GOP senator: White House ‘failed miserably’ on economy

Freshman Sen. Dean Heller (R-Nev.) on Saturday bashed President Obama’s economic record while calling for a balanced-budget amendment and a tax code overhaul that lowers rates.

Heller’s GOP weekly address arrives amid a wave of sour economic news — including new data on meager second-quarter growth — that’s posing a political threat to Obama heading into 2012.

Heller laid out a laundry list of Republican goals in remarks that come ahead of high-stakes bipartisan deficit-reduction negotiations this fall.

He took aim at the White House while more broadly calling for better cooperation in Washington. 

{mosads}“There is no question that the status quo of dysfunctional government must end,” Heller said. “People from all over the country are struggling just to get by and are desperate for real solutions.

“Unfortunately, job creation and economic growth has taken a back seat to political posturing and grandstanding in Washington.”

Heller said the Obama administration’s approach to economic recovery has “failed miserably,” and claimed that “out of control” spending, the healthcare law and federal regulations are stifling growth and costing jobs.

Obama is slated to roll out a jobs agenda next month. Heller, for his part, laid out what he called steps the administration and Congress could take immediately to help boost recovery.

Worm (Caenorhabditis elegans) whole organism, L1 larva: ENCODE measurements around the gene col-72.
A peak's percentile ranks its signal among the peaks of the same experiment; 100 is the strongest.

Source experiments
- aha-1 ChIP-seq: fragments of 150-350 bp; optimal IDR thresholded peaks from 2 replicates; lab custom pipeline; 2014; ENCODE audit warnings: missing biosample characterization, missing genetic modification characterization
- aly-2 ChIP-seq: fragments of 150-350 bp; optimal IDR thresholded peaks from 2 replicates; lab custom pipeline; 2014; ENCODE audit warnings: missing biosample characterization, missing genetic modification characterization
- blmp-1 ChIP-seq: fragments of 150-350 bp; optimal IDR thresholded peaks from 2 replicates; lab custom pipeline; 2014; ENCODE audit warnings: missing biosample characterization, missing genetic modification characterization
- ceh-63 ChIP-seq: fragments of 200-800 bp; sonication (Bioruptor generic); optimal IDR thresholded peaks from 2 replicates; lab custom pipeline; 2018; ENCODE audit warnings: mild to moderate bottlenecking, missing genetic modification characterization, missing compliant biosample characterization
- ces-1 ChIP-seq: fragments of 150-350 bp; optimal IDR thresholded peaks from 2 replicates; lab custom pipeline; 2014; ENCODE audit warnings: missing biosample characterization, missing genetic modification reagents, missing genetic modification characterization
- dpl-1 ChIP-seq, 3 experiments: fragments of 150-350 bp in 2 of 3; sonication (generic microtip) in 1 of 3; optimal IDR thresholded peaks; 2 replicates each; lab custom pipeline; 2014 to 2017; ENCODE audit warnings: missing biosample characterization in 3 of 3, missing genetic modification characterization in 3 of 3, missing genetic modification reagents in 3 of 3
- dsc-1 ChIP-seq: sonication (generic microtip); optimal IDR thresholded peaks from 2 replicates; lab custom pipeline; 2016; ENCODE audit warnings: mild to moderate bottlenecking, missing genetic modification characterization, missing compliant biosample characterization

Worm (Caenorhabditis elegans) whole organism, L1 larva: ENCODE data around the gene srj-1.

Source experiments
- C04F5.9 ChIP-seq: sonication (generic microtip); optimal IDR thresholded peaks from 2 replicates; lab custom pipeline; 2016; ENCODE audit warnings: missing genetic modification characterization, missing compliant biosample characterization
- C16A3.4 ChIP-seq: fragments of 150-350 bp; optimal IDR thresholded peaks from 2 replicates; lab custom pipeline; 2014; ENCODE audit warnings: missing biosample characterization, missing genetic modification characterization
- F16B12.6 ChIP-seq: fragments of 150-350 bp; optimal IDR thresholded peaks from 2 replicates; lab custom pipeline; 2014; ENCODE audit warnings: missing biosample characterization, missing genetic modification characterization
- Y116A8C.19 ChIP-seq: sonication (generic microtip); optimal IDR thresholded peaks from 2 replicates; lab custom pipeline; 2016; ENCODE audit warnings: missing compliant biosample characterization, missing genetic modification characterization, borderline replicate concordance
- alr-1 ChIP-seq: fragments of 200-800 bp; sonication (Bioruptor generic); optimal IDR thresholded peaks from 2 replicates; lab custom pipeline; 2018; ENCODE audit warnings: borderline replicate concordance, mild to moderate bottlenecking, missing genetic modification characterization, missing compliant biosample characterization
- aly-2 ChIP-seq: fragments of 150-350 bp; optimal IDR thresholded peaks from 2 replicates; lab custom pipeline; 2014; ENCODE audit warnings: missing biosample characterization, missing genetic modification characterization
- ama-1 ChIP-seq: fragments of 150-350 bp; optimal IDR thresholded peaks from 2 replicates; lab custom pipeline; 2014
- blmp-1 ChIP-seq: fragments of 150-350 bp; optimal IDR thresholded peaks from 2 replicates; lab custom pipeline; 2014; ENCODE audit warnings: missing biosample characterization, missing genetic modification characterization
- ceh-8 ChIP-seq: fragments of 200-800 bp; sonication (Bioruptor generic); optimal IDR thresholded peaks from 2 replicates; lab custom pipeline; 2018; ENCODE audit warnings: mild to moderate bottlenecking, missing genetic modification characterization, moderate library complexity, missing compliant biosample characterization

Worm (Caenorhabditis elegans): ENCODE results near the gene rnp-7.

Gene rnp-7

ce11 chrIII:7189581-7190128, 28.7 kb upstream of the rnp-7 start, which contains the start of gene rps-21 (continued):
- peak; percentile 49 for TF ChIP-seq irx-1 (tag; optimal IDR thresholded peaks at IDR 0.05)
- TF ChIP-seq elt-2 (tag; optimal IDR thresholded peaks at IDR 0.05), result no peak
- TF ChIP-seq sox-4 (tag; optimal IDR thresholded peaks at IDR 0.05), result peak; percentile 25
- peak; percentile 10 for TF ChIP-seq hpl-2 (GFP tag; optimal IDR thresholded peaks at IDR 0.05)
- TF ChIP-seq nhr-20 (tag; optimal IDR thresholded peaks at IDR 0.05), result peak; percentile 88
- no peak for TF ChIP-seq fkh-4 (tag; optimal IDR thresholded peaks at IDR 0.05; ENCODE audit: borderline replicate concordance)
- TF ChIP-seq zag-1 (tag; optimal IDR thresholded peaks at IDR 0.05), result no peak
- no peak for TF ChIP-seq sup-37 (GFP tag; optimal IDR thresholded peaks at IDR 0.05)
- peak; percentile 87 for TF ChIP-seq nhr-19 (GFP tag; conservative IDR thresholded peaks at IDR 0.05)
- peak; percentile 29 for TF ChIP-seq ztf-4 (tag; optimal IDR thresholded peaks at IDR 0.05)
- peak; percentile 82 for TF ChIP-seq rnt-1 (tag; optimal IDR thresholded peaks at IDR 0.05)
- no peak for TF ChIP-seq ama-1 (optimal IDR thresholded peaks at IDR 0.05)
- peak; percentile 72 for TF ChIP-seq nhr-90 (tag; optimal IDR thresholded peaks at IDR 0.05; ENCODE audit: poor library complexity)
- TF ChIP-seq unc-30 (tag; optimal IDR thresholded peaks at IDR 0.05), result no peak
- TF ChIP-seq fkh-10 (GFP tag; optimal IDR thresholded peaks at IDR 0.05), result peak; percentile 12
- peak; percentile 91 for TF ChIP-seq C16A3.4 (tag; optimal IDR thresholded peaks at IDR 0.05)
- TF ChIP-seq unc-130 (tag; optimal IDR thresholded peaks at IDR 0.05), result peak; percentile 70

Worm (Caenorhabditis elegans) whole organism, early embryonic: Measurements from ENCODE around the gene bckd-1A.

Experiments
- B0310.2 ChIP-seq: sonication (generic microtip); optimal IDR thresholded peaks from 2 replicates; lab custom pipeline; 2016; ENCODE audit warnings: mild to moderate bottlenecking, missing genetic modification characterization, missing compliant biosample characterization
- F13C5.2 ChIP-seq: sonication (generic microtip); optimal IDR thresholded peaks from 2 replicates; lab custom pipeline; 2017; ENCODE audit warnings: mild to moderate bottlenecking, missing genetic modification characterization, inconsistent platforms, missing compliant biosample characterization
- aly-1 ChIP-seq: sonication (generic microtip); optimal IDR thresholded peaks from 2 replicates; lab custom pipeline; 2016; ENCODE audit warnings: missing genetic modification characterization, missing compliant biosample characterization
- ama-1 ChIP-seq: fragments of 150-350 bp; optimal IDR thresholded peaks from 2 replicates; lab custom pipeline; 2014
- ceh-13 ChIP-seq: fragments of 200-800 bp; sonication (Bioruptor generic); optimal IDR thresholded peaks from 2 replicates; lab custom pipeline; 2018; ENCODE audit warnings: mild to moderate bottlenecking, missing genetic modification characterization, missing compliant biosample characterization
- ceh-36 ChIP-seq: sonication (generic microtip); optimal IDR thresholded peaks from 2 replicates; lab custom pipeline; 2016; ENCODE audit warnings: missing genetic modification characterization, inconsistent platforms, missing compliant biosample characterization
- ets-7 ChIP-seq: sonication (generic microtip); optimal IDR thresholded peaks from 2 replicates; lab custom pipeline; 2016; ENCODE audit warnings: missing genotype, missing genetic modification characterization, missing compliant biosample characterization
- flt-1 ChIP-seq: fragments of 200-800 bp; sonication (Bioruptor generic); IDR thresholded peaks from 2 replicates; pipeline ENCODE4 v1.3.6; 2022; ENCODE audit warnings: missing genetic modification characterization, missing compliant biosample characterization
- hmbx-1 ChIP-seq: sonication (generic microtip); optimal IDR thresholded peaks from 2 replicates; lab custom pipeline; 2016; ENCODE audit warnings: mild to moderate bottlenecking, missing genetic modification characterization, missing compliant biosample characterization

“I believe our best days are still ahead, but we need to change course now,” he said. “Let’s pass a balanced-budget amendment to force the federal government to live within its means, repeal the president’s small business-killing healthcare law, open up our country to energy exploration and reverse the regulations that are tying the hands of entrepreneurs across America.

“We can help hasten an economic recovery by embracing pro-growth policies that place more money in the pockets of Americans. At the same time, we should be assisting those who have lost their jobs and need help.”

He said policymakers should then turn to a major tax code overhaul that makes it simpler for individuals and employers, and closes special interest “loopholes” while lowering people’s overall tax bills.

Heller also sought to preempt Democratic attacks on GOP proposals for scaling back entitlement spending.

“Members of Congress should stop using scare tactics against our nation’s seniors,” he said. “Let’s stop the lies about who wants to end Medicare or eliminate Social Security and fix both programs now. Every member of Congress knows these programs are unsustainable in their current state.”

While his remarks take a number of shots at the administration, Heller said his recent travels in Nevada reveal a public appetite for collaboration.

“The message is clear — it is time for both Democrats and Republicans to come together, put our differences aside so that we can solve our nation’s problems and deliver the solutions the American people are asking for,” he said.

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